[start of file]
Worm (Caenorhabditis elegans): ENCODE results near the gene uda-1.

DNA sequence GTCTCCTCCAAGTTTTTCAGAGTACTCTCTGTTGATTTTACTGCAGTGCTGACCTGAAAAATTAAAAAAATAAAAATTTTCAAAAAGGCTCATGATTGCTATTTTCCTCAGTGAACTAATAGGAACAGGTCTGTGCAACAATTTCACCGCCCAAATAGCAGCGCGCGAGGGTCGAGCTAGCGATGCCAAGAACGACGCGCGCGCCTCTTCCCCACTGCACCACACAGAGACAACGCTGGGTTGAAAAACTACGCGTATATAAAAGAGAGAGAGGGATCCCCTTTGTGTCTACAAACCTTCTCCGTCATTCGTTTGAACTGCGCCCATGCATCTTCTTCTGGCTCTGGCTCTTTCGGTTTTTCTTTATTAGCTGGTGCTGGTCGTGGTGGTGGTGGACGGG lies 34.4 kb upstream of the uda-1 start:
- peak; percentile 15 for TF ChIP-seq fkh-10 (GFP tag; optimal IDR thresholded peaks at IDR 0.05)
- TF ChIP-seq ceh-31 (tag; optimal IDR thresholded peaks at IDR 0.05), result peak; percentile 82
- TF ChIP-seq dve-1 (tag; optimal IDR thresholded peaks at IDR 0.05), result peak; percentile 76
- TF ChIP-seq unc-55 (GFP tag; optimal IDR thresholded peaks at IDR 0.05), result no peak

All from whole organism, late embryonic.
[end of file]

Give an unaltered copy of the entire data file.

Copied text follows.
Worm (Caenorhabditis elegans): ENCODE results near the gene uda-1.

DNA sequence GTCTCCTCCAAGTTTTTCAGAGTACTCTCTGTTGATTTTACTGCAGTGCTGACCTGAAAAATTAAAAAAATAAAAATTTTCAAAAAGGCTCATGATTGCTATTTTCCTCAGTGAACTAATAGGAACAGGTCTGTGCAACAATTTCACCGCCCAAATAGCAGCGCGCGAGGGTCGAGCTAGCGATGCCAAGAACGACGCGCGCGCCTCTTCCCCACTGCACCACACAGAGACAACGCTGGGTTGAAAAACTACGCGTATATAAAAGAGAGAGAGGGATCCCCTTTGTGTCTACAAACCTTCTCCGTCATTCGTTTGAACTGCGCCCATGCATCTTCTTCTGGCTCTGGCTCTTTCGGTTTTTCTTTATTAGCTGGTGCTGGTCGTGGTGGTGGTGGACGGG lies 34.4 kb upstream of the uda-1 start:
- peak; percentile 15 for TF ChIP-seq fkh-10 (GFP tag; optimal IDR thresholded peaks at IDR 0.05)
- TF ChIP-seq ceh-31 (tag; optimal IDR thresholded peaks at IDR 0.05), result peak; percentile 82
- TF ChIP-seq dve-1 (tag; optimal IDR thresholded peaks at IDR 0.05), result peak; percentile 76
- TF ChIP-seq unc-55 (GFP tag; optimal IDR thresholded peaks at IDR 0.05), result no peak

All from whole organism, late embryonic.